Limestone, much used for memorial stones is a sedimentary rock composed largely of calcium carbonate as crystals of calcite and aragonite from skeletal fragments of marine organisms. Pure white marble is the result of metamorphism of a very pure limestone or dolomite. The characteristic swirls and veins of many colored marble varieties are usually due to various mineral impurities such as clay or iron oxides which were present in the original limestone. Geologists use the term “marble” to refer to metamorphosed limestone but stonemasons use the term for all limestone. The surface of these had dulled with weathering, limestone reacts with acid.

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A marble angel by the Bulwell stone wall at Nottingham Rock CemeteryPhoto credit Marion Bryce 10 May 2014

Dolomite used for the retaining wall of Bulwell stone is a sedimentary carbonate rock containing the pink mineral calcium magnesium carbonate.

The minerals for memorial stones came from Cornwall, Scotland, Italy, Norway and other  countries. You know mused Tim, when eons of years have passed and this cemetery is being excavated beneath layers of rock, the Martian archeologists are going to have a very difficult time assigning the origin.

We paused to examine a Triassic sandstone exposure. Rocks of Triassic (248-205 million years old) age form the solid geology throughout the bulk of the central portion of Nottinghamshire. At the base, large pebbles showed waterborne sand layers, the finer layers of sand above may have been windborne when Nottingham was covered by a desert plain. ‘You know’ mused Tim, ‘when I tell my wife that something is recent, she always checks if I mean this year, or a million years ago.’ Tim is a professional geologist.

Mysteriously the famous large classic sandstone arch had disappeared, but you can see we were enjoying ourselves.

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LENS at Nottingham Rock Cemetery Tim Colman is back right of photographPhoto credit Marion Bryce 10 May 2014

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Old sand mines at Nottingham Rock Cemetery Photo credit Marion Bryce 10 May 2014

The sand mines were fenced off. We could see that numerous underground passages led off beneath the city.  A large tunnel had been excavated to give ease of passage to a horse drawn bier to access the cemetery extension but we had to walk over the hill. There was a good view down into the St Ann’s Valley which was open by arrangement with the cemetery keeper. This is a natural hollow with Gothic arches set into the exposed bed rock. The exposed bedrock of the Valley supports buttressed Gothic arches.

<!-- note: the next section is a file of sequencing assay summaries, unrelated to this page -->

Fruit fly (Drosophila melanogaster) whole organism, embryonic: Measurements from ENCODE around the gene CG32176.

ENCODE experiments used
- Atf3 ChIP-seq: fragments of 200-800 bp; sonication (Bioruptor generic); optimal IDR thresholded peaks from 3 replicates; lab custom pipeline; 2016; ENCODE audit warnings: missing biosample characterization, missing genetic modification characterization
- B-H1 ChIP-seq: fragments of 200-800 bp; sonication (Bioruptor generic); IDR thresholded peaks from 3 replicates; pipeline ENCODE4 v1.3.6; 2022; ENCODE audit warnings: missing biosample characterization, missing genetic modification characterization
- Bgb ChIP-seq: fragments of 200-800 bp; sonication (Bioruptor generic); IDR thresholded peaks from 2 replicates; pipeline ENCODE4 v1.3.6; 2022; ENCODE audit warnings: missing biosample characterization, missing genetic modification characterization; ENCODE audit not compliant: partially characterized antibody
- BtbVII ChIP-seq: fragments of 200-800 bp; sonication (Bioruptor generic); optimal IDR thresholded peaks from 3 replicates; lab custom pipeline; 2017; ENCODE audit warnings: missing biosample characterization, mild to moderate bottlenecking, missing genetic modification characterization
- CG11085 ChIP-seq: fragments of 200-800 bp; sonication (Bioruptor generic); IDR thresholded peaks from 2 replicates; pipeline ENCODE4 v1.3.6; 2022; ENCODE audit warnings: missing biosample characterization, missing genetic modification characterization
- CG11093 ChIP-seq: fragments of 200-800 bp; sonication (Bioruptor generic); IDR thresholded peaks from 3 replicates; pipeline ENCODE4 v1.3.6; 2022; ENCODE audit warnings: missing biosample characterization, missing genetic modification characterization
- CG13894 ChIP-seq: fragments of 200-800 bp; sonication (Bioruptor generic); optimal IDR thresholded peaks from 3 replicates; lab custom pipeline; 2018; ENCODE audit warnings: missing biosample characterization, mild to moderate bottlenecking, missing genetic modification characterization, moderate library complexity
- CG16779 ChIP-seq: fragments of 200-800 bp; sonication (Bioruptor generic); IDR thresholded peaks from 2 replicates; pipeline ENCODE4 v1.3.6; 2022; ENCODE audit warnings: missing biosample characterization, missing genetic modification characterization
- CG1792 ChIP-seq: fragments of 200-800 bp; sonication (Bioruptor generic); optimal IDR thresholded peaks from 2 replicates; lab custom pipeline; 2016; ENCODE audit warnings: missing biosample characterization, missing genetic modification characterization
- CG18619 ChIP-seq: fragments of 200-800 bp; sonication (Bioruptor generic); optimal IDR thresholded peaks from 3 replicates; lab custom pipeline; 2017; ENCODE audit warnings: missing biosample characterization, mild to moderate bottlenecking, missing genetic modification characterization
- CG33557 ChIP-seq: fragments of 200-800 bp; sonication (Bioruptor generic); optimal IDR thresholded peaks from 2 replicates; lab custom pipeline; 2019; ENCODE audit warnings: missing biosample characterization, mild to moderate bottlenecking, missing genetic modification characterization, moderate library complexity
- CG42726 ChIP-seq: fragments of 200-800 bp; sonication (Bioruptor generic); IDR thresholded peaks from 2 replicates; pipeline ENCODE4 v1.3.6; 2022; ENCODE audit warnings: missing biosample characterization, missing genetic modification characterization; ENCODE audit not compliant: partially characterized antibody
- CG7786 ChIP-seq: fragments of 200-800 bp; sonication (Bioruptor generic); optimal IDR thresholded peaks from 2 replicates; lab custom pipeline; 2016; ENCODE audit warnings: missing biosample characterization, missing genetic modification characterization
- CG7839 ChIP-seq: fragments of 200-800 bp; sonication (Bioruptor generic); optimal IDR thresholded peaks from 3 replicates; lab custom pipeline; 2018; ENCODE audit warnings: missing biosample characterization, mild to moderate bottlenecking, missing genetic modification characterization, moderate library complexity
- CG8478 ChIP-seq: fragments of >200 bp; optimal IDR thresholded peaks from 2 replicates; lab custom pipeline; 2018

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St Ann’s Valley at Nottingham Rock Cemetery Photo credit Marion Bryce 10 May 2014

This was a green and tranquil hollow with cherry trees and birdsong. Lines of flat stones had the names of men and women who died in the early 20th century, these were the pauper’s graves, a stark contrast to the fading monumental memorials above. The stones were well ordered, and well kept, not a bad investment for a guinea. We were also surprised this was a Commonwealth War Cemetery which contains 79 scattered burials of the First World War and 20 from the Second World War. Images of crossed machine guns and tanks were incised into neat white Portland limestone headstones. The RIG exposure here was an outstanding clean example of sedimentary layers of Triassic sandstone with cross bedding.

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Mike Barrett examines the Regionally Important Geological Exposure at Nottingham Rock Cemetery Photo credit Marion Bryce 10 May 2014

Green woodpeckers drummed as we made our way up through the shimmering stones and floriferous grassland back to the gates.

http://list.english-heritage.org.uk/resultsingle.aspx?uid=1001486

http://www.pdmhs.com/PDFs/ScannedBulletinArticles/Bulletin%2012-4%20-%20The%20Sand%20Mines%20of%20Nottingham.pdf

Marion Bryce 16 May 2014